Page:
Like any hopeful mom, I wanted to provide a natural and safe environment for my baby’s development. I had heard that some medications could cross the placenta and affect the baby, so I figured a complete detox would be a risk-free approach. Months before I conceived, I tossed all prescription medications, including the antidepressant I’d taken since high school. I wanted to do everything just right to give my baby every advantage for a healthy life. I didn’t realize that my early efforts at becoming supermom were setting me up for a painful ride through pregnancy.
What’s happening to me?
As thrilled as I was to conceive and anticipate the birth of my first baby, my mental state took a turn for the worse, and I struggled. Big time. I not only had stereotypical mood swings and crying spells, but I also encountered loneliness, anxiety, doubts about everything and everyone, and worry to the point of paranoia. I was sure my baby would be deformed because I ate the wrong type of mushroom or accidentally downed a sushi roll containing raw fish. I had to avoid reading articles or watching shows that upped my anxiety. (Honestly, I could watch cartoons and not much else.) I relied upon frequent phone calls with my practical mom. I cried to my bewildered husband. And I prayed.
I’m sure my friends and coworkers couldn’t see what I was dealing with at that time. I was the young wife expecting my first baby, and everyone was jealous of how thin I stayed throughout my pregnancy. (Morning sickness coupled with anxiety has a way of suppressing appetite.) In reality, while I possessed the elements of a good life, it was hard for me to see the sun through the mental cloud cover.
After a few long months of feeling like I was losing my mind, I finally confided in my OB. When I admitted how awful I’d been feeling—mentally, emotionally, spiritually, he suggested putting me back on an antidepressant. So that’s what we did.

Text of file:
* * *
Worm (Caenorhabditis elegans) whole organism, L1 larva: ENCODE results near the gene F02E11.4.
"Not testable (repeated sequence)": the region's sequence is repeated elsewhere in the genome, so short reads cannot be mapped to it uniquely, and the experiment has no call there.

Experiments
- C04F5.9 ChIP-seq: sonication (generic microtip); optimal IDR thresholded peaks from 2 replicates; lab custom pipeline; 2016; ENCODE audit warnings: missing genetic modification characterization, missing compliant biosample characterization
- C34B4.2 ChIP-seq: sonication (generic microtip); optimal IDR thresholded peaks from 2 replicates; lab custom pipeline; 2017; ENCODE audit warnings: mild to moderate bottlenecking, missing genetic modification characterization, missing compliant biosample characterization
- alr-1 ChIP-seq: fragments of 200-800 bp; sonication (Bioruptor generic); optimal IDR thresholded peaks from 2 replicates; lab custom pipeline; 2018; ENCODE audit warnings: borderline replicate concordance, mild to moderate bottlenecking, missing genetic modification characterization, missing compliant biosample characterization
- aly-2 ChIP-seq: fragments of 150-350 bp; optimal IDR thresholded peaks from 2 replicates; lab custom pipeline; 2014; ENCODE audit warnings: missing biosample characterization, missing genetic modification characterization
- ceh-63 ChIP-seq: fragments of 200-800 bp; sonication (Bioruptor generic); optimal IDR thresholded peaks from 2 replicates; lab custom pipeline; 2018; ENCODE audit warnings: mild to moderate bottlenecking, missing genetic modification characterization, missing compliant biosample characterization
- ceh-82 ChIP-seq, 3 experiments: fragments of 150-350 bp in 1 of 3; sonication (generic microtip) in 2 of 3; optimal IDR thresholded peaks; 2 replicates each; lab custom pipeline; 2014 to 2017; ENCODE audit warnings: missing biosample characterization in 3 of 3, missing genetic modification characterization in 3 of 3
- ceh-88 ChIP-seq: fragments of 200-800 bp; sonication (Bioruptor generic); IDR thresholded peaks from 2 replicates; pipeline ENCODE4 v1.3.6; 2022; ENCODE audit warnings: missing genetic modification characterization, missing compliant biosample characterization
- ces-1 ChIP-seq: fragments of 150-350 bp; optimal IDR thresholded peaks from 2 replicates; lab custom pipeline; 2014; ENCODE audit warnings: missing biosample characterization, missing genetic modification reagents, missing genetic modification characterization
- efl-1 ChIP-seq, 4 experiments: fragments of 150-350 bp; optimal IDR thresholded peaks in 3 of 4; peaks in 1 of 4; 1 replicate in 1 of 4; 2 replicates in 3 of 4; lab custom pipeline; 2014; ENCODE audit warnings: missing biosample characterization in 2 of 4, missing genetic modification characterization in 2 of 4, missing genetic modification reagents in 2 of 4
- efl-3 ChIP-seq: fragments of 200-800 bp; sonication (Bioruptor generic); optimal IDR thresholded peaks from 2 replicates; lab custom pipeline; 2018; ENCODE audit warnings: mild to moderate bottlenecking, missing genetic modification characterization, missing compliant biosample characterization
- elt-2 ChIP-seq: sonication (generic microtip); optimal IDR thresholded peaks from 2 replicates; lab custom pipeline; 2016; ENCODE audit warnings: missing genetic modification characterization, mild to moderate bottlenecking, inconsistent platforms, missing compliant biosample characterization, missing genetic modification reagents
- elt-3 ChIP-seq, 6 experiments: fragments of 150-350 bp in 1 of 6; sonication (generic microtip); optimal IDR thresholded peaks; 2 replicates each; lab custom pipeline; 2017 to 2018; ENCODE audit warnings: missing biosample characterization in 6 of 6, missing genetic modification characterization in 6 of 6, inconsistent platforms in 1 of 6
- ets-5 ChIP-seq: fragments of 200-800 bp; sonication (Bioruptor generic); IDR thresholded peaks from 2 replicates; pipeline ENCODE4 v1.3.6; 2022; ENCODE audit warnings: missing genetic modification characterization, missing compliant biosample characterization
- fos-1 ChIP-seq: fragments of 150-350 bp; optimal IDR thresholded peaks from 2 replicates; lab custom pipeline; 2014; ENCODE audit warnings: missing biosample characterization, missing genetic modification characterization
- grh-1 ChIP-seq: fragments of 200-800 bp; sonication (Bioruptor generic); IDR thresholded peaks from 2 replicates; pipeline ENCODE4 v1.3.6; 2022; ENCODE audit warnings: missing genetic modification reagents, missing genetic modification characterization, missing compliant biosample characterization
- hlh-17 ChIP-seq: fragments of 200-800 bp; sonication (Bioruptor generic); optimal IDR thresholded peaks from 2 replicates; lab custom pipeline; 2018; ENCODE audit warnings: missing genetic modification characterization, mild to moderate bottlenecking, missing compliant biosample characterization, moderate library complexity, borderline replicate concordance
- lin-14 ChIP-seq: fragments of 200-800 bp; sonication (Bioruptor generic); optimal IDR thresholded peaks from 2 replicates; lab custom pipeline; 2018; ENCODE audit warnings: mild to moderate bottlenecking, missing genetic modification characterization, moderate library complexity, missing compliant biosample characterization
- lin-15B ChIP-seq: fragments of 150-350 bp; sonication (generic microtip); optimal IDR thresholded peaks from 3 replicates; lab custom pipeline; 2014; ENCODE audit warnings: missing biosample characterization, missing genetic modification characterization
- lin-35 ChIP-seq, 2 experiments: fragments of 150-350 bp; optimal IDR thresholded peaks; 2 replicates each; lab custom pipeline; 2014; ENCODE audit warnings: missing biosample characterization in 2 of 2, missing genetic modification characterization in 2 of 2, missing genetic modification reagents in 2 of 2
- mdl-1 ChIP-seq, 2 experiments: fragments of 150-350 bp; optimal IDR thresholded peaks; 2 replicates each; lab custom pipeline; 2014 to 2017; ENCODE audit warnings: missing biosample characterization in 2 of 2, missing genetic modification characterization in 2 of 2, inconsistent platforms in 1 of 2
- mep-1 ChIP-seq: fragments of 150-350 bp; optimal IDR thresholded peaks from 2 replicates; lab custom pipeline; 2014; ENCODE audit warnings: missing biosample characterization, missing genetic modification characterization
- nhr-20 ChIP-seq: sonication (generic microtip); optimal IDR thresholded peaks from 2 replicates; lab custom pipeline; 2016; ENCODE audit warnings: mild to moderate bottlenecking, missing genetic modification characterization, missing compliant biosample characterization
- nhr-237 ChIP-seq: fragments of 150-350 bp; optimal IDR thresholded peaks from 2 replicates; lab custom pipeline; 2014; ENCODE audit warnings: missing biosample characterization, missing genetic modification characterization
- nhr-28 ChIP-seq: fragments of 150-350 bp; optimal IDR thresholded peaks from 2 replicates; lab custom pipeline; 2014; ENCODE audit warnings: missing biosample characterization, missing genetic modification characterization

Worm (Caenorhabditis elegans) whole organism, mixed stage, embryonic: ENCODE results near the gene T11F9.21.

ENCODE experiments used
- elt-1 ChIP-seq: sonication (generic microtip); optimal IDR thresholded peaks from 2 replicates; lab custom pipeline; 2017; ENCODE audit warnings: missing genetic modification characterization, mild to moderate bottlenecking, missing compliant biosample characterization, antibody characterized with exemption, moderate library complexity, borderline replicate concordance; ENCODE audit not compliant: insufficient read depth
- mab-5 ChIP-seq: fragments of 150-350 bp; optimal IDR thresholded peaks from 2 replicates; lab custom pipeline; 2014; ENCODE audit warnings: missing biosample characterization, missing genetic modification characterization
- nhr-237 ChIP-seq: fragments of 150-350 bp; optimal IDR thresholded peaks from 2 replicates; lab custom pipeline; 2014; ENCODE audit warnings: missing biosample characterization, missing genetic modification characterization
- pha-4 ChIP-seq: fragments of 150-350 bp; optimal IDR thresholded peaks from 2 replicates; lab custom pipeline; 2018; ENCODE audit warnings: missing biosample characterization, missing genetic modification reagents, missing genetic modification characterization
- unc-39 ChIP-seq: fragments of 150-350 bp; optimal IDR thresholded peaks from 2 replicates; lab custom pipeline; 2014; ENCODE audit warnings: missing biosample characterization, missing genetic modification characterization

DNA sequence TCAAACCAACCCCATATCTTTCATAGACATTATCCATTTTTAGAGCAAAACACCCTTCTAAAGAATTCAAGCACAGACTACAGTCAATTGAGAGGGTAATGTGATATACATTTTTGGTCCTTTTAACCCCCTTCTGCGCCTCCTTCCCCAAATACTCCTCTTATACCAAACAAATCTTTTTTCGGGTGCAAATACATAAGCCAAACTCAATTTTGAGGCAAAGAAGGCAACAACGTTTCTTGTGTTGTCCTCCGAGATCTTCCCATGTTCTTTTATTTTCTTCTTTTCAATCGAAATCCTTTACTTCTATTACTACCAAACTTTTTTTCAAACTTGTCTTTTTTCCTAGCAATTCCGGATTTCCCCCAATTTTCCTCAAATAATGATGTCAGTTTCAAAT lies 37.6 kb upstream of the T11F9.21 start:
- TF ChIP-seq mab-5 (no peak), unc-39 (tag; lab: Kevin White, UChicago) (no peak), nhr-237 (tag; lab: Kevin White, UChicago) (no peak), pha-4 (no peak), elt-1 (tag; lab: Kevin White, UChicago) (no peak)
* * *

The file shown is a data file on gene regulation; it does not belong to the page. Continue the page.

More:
Within weeks, I was feeling much more stable. The invisible vipers in my mind had been subdued, but the hormone readjustment resulted in another round of morning sickness in my second tri-mester. I realized that, for me, physical discomfort was far preferable to emotional anguish. By the time I was ready to deliver my baby girl, I was calmer and more confident in my ability to (a) function as a human being and (b) care for a child.
While my case was more intense than the emotional issues faced by some moms-to-be, there are plenty of women out there who have endured worse. I also know now that I could have done more to manage my emotions before I turned back to meds. So whether you’re feeling just a little frazzled or completely off your rocker, know that you can be OK again in time. Start by being honest with yourself about your emotional health and the severity of your issues. Many women, even those without a history of depression, experience similar symptoms during pregnancy. But there are ways to tame the anxiety.
Why do I feel this way?